Someone once said that "compromise is the art of making sure nobody gets what they want."
And no, it wasn't Elvis, who also did not record "Rockin' Robin," as I infamously asserted in last week's column. Fortunately, that error was caught by 47 alert readers, five government agencies, an attorney for the Bobby Day estate, and my mom.
But I was talking about compromise, and specifically about one of the most egregious compromises in recent history: college football's new four-team playoff.
A compromise is, after all, kind of like a tie, which has often been compared to "kissing your sister." That would be an apt description in this case, if your sister was a hairy, 3,000-pound gorilla.
Here, the 3,000-pound gorilla in the room is the fact that a four-team playoff won't make anybody happy. People will complain about it for the next 8 to 10 years, just like they've complained about the BCS system, until ultimately it has to be scrapped.
So why don't we just go ahead and institute something that will work, and that will ultimately satisfy most people, to begin with?
After all, there is one proposal out there that fits that description: the eight-team playoff notably championed by University of Georgia president Michael Adams and others, including your humble columnist.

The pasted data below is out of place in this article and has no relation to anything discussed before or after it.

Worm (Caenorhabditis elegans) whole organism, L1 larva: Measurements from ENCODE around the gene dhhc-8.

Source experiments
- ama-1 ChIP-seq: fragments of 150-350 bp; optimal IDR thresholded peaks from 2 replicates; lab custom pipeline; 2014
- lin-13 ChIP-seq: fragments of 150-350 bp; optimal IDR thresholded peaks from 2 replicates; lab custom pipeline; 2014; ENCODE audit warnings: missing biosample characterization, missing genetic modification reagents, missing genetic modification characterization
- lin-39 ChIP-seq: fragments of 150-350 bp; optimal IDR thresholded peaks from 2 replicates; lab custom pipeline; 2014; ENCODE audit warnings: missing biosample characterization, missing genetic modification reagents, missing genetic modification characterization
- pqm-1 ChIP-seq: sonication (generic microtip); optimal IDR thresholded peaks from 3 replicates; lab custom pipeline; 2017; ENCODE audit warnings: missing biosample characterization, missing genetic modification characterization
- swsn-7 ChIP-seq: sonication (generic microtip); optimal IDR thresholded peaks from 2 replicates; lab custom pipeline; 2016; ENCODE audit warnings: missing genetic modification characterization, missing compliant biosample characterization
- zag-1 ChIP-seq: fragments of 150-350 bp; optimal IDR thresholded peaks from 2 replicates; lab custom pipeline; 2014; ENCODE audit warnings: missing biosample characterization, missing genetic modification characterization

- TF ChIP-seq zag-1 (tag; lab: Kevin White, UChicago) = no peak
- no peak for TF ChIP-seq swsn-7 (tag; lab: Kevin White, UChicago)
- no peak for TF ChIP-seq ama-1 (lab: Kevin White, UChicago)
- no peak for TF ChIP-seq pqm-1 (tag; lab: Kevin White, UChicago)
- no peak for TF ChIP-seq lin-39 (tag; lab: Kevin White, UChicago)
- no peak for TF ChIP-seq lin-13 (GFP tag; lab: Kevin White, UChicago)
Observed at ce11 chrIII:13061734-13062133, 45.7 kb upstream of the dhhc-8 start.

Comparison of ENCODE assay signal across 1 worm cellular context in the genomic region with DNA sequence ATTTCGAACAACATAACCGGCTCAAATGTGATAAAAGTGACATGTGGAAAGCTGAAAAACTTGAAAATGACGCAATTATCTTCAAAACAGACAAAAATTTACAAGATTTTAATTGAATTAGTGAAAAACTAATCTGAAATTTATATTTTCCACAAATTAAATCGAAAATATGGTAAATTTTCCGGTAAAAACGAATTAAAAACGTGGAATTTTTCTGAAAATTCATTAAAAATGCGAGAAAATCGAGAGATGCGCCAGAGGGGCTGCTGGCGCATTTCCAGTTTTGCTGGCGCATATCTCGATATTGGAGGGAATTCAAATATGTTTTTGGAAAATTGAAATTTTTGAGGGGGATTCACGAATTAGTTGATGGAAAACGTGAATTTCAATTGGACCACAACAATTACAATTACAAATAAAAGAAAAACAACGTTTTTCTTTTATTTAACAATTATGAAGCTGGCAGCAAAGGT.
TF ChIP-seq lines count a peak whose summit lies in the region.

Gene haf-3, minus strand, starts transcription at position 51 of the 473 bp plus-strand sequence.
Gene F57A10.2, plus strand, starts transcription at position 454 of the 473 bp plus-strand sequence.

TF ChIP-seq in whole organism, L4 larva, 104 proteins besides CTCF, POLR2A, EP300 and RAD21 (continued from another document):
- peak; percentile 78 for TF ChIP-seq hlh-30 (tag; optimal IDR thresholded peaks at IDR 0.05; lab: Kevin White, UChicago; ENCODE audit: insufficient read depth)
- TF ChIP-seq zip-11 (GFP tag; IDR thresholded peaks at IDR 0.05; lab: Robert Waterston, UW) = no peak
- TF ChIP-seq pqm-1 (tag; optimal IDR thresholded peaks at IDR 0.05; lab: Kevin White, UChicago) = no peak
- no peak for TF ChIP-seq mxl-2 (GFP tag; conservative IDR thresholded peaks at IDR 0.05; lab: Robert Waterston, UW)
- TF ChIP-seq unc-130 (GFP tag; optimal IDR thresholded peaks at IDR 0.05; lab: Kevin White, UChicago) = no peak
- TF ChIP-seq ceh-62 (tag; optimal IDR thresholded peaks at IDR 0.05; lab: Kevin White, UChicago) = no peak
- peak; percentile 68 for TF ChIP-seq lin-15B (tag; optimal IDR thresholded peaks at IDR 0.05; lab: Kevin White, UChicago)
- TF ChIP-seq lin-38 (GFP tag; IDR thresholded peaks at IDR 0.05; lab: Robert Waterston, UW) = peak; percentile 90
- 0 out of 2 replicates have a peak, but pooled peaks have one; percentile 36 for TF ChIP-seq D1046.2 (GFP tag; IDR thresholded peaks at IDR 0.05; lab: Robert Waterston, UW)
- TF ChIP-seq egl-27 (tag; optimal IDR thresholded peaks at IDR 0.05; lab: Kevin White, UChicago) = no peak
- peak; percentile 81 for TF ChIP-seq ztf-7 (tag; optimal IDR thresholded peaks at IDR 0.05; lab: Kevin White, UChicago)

Consider the main objection to the new four-team format: that two schools from the same conference can't be included. That automatically negates a scenario like last year's title game, in which Alabama beat LSU, and seems designed to prevent the SEC from totally dominating college football as it's done for the past decade.
Right now, that may be just fine and dandy with the rest of the country, but what's going to happen when Ohio State and Michigan are among the best four teams? Or USC and Oregon? I know, Hell will freeze over, but work with me here.
Also, the new rules stipulate that all four playoff teams have to be conference champions -- but there are six major conferences (for now, at least), meaning two will be left out.
An eight-team format would fix all that. The six conference champs would get automatic bids (which might discourage some of the bizarre re-alignments we're seeing now), with the two top-rated non-champions, regardless of conference affiliation, filling out the field.
This plan would have the advantage of adding four meaningful, highly watchable games to the playoff picture, which could be played during the long break between Thanksgiving and Christmas. (You know, so all those "student-athletes" don't miss any classes.)
That translates into millions of dollars in the NCAA's and the individual schools' coffers, which could no doubt be put to excellent use, such as covering bail for star athletes.
About the only objection I can see to this plan is that it's such a good idea, and so simple, that no group of college presidents will ever go for it.
Rob Jenkins is a local freelance writer and college professor. Email him at firstname.lastname@example.org and follow him on Twitter@rjenkinsgdp.